3 time-bomb issues, only 1 of which is being taken seriously

3 time-bomb issues, only 1 of which is being taken seriously

Back in January 2016, I penned a column titled “3 time-bomb issues the presidential candidates are ignoring.” Included in my assessment back then were undeniable dangers posed by infrastructure cyber-attacks, the U.S. government’s unfunded liabilities, and apocalyptic Islam. In the piece I warned, “All three are currently careening out of the government’s control with the potential to negatively impact, dramatically alter, or create tremendous chaos throughout our civil society.”

Sadly, 15 months later and under a new president, these three threats are still growing more dangerous by the day. To make matters worse, two of the three are not receiving the attention they deserve by the media and national leaders in general.

1. Infrastructure cyber-attacks

On April 21, three power outages occurred in New York City, San Francisco and Los Angeles, causing commuter chaos and shock waves. “No evidence events connected by anything more than coincidence” read the subhead to an article at WND. But, surely that “coincidence” is being investigated as to whether the outages were a “practice session” for a full-scale coordinated cyber-attack.

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Just how vulnerable to cyber-attack is our critical infrastructure? In my January 2016 piece, I quoted then U.S. Director of National Intelligence James Clapper who warned about “a massive Armageddon-like-scale attack against our infrastructure.” Also quoted and voicing his concern about a cyber-attack was FBI Director James Comey, who said, “The logic of it tells me it is coming, and so, of course, I am worried about it.”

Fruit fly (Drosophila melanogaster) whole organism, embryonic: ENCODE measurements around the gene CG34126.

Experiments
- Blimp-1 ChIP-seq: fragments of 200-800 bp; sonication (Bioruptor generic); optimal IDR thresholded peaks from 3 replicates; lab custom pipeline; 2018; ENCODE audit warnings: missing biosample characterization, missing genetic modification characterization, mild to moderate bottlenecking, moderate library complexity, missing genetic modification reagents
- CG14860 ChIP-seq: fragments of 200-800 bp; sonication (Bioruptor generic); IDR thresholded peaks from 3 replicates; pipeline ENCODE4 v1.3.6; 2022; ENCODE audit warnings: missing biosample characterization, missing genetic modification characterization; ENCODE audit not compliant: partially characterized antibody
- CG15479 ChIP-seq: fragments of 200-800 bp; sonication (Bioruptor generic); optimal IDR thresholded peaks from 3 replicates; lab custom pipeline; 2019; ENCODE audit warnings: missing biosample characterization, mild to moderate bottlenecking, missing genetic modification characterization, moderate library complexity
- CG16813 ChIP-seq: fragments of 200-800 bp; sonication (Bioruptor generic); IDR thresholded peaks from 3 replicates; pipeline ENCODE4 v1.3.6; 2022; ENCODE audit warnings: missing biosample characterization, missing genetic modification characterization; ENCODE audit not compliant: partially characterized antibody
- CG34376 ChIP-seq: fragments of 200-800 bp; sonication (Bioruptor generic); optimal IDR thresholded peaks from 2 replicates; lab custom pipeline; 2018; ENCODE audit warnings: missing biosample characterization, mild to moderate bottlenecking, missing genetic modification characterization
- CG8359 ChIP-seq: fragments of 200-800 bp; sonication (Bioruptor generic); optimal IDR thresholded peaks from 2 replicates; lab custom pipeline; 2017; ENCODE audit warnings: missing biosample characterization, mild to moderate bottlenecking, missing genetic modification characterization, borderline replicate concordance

More revealing is what Richard H. Ledgett Jr., deputy director of the National Security Agency said in a speech to the Joint Service Academy Cyber Security Summit at the U.S. Military Academy at West Point, New York, on April 20, 2016.

As reported on Defense.gov, Ledgett said: “Strong dependence on industrial control systems, or ICS, is a serious vulnerability for industry.” Local utilities, local transportation systems, banking systems, power companies and Internet providers are examples of “industrial control systems.”

According to Ledgett, the heart of the problem is that “over time ICS has become less secure and providers working on thin profit margins haven’t adequately addressed the security threat.” Moreover, “adversaries are seeing what they can get by compromising those industrial control systems,” said Ledgett, who is retiring at the end of April.

Now, instead of President Trump aiming to spend an estimated $21.6 billion to build a Mexican border wall, wouldn’t it be more prudent if he asked Congress to appropriate billions to help secure and protect ICS by funding cyber-walls?

Let’s face facts – the “providers working on thin profit margins” of which Ledgett spoke do not have extra hundreds of millions of dollars in their budgets for such massive and continuous undertakings. Therefore, since protecting our nation is the No. 1 reason the U.S. government exists, shouldn’t the Feds help bear more of the ICS anti-hacking burden?

Ledgett’s statements were a warning that it is only a matter of “when” and not “if” these industrial control systems are attacked by adversaries, and the only remaining variable is the scale of those attacks.

Maybe I’ve missed it, but it appears that this harrowing national crisis receives little media coverage in relation to its potential for utter chaos.

2. U.S. government’s unfunded liabilities

In my January 2016 piece I wrote, “If you want to see the real ‘ticking time bomb of doom,’ then look at the U.S. Debt Clock.”

Better than a crystal ball, those flickering numbers truly reveal our national future, minus any political or media spin. To illustrate the mounting severity of the debt problem, let’s compare today’s numbers to those in my first piece.

In January 2016, the national debt was $18.8 trillion. Today it is $19.88 trillion, an increase of more than $1 trillion in 15 months and rapidly careening toward $20 trillion.